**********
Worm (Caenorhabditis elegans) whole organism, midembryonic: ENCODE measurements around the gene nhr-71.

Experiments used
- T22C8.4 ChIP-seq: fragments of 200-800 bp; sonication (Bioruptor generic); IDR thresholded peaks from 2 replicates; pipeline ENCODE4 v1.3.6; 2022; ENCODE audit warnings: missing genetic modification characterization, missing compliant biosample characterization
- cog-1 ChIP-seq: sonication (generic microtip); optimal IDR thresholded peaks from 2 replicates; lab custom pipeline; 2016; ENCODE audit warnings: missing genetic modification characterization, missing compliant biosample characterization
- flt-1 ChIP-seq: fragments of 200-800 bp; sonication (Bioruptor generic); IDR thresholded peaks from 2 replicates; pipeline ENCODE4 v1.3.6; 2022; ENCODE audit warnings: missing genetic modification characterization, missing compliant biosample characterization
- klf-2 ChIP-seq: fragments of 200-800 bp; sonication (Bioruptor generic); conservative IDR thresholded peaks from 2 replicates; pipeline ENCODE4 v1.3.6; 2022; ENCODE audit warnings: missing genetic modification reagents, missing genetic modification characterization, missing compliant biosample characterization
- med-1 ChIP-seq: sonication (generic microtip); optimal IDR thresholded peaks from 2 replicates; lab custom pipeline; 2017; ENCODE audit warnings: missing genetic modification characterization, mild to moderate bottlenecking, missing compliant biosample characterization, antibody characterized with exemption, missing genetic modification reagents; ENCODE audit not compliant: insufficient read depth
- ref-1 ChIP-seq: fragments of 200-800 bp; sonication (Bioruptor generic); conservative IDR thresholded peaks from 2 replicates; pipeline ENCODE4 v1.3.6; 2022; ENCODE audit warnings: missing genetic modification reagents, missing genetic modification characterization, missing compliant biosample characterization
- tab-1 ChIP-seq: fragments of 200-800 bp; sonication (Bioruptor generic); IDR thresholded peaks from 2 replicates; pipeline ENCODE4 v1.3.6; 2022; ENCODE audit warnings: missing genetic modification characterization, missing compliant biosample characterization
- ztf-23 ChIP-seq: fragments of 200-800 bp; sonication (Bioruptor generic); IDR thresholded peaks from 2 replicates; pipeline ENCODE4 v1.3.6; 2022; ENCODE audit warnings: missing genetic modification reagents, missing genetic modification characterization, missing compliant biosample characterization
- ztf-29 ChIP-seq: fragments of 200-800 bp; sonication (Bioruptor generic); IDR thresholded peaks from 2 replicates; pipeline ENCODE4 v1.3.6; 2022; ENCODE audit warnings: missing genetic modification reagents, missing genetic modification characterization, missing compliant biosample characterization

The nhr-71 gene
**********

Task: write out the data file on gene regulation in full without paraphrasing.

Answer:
Worm (Caenorhabditis elegans) whole organism, midembryonic: ENCODE measurements around the gene nhr-71.

Experiments used
- T22C8.4 ChIP-seq: fragments of 200-800 bp; sonication (Bioruptor generic); IDR thresholded peaks from 2 replicates; pipeline ENCODE4 v1.3.6; 2022; ENCODE audit warnings: missing genetic modification characterization, missing compliant biosample characterization
- cog-1 ChIP-seq: sonication (generic microtip); optimal IDR thresholded peaks from 2 replicates; lab custom pipeline; 2016; ENCODE audit warnings: missing genetic modification characterization, missing compliant biosample characterization
- flt-1 ChIP-seq: fragments of 200-800 bp; sonication (Bioruptor generic); IDR thresholded peaks from 2 replicates; pipeline ENCODE4 v1.3.6; 2022; ENCODE audit warnings: missing genetic modification characterization, missing compliant biosample characterization
- klf-2 ChIP-seq: fragments of 200-800 bp; sonication (Bioruptor generic); conservative IDR thresholded peaks from 2 replicates; pipeline ENCODE4 v1.3.6; 2022; ENCODE audit warnings: missing genetic modification reagents, missing genetic modification characterization, missing compliant biosample characterization
- med-1 ChIP-seq: sonication (generic microtip); optimal IDR thresholded peaks from 2 replicates; lab custom pipeline; 2017; ENCODE audit warnings: missing genetic modification characterization, mild to moderate bottlenecking, missing compliant biosample characterization, antibody characterized with exemption, missing genetic modification reagents; ENCODE audit not compliant: insufficient read depth
- ref-1 ChIP-seq: fragments of 200-800 bp; sonication (Bioruptor generic); conservative IDR thresholded peaks from 2 replicates; pipeline ENCODE4 v1.3.6; 2022; ENCODE audit warnings: missing genetic modification reagents, missing genetic modification characterization, missing compliant biosample characterization
- tab-1 ChIP-seq: fragments of 200-800 bp; sonication (Bioruptor generic); IDR thresholded peaks from 2 replicates; pipeline ENCODE4 v1.3.6; 2022; ENCODE audit warnings: missing genetic modification characterization, missing compliant biosample characterization
- ztf-23 ChIP-seq: fragments of 200-800 bp; sonication (Bioruptor generic); IDR thresholded peaks from 2 replicates; pipeline ENCODE4 v1.3.6; 2022; ENCODE audit warnings: missing genetic modification reagents, missing genetic modification characterization, missing compliant biosample characterization
- ztf-29 ChIP-seq: fragments of 200-800 bp; sonication (Bioruptor generic); IDR thresholded peaks from 2 replicates; pipeline ENCODE4 v1.3.6; 2022; ENCODE audit warnings: missing genetic modification reagents, missing genetic modification characterization, missing compliant biosample characterization

The nhr-71 gene